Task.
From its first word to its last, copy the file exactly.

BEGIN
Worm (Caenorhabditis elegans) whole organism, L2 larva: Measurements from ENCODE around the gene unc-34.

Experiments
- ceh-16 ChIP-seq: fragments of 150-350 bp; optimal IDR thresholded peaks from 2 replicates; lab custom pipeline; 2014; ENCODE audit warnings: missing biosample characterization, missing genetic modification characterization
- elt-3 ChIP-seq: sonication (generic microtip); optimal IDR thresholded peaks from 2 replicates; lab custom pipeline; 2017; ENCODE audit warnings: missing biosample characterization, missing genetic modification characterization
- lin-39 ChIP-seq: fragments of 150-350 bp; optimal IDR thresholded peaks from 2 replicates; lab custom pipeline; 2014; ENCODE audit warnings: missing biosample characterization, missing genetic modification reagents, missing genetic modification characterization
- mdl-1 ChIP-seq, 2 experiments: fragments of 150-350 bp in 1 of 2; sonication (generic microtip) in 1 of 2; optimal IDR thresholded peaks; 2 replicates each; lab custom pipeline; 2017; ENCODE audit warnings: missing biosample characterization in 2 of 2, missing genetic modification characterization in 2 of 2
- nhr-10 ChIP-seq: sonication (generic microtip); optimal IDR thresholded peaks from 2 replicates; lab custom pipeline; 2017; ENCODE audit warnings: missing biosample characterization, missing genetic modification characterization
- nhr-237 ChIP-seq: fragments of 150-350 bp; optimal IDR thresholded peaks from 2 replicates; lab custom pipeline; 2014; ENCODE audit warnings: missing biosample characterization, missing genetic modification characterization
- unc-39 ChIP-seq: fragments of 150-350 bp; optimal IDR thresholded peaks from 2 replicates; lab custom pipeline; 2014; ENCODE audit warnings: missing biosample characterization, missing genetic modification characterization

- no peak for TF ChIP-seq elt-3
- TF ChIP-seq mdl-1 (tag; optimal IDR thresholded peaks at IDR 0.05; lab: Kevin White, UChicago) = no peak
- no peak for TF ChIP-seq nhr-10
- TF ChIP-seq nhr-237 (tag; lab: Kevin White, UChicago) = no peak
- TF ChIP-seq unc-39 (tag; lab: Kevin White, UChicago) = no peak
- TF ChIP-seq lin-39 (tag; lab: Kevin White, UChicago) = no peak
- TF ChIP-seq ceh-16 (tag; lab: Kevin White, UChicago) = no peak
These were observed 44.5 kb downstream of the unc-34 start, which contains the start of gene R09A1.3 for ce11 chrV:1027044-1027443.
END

Worm (Caenorhabditis elegans) whole organism, L2 larva: Measurements from ENCODE around the gene unc-34.

Experiments
- ceh-16 ChIP-seq: fragments of 150-350 bp; optimal IDR thresholded peaks from 2 replicates; lab custom pipeline; 2014; ENCODE audit warnings: missing biosample characterization, missing genetic modification characterization
- elt-3 ChIP-seq: sonication (generic microtip); optimal IDR thresholded peaks from 2 replicates; lab custom pipeline; 2017; ENCODE audit warnings: missing biosample characterization, missing genetic modification characterization
- lin-39 ChIP-seq: fragments of 150-350 bp; optimal IDR thresholded peaks from 2 replicates; lab custom pipeline; 2014; ENCODE audit warnings: missing biosample characterization, missing genetic modification reagents, missing genetic modification characterization
- mdl-1 ChIP-seq, 2 experiments: fragments of 150-350 bp in 1 of 2; sonication (generic microtip) in 1 of 2; optimal IDR thresholded peaks; 2 replicates each; lab custom pipeline; 2017; ENCODE audit warnings: missing biosample characterization in 2 of 2, missing genetic modification characterization in 2 of 2
- nhr-10 ChIP-seq: sonication (generic microtip); optimal IDR thresholded peaks from 2 replicates; lab custom pipeline; 2017; ENCODE audit warnings: missing biosample characterization, missing genetic modification characterization
- nhr-237 ChIP-seq: fragments of 150-350 bp; optimal IDR thresholded peaks from 2 replicates; lab custom pipeline; 2014; ENCODE audit warnings: missing biosample characterization, missing genetic modification characterization
- unc-39 ChIP-seq: fragments of 150-350 bp; optimal IDR thresholded peaks from 2 replicates; lab custom pipeline; 2014; ENCODE audit warnings: missing biosample characterization, missing genetic modification characterization

- no peak for TF ChIP-seq elt-3
- TF ChIP-seq mdl-1 (tag; optimal IDR thresholded peaks at IDR 0.05; lab: Kevin White, UChicago) = no peak
- no peak for TF ChIP-seq nhr-10
- TF ChIP-seq nhr-237 (tag; lab: Kevin White, UChicago) = no peak
- TF ChIP-seq unc-39 (tag; lab: Kevin White, UChicago) = no peak
- TF ChIP-seq lin-39 (tag; lab: Kevin White, UChicago) = no peak
- TF ChIP-seq ceh-16 (tag; lab: Kevin White, UChicago) = no peak
These were observed 44.5 kb downstream of the unc-34 start, which contains the start of gene R09A1.3 for ce11 chrV:1027044-1027443.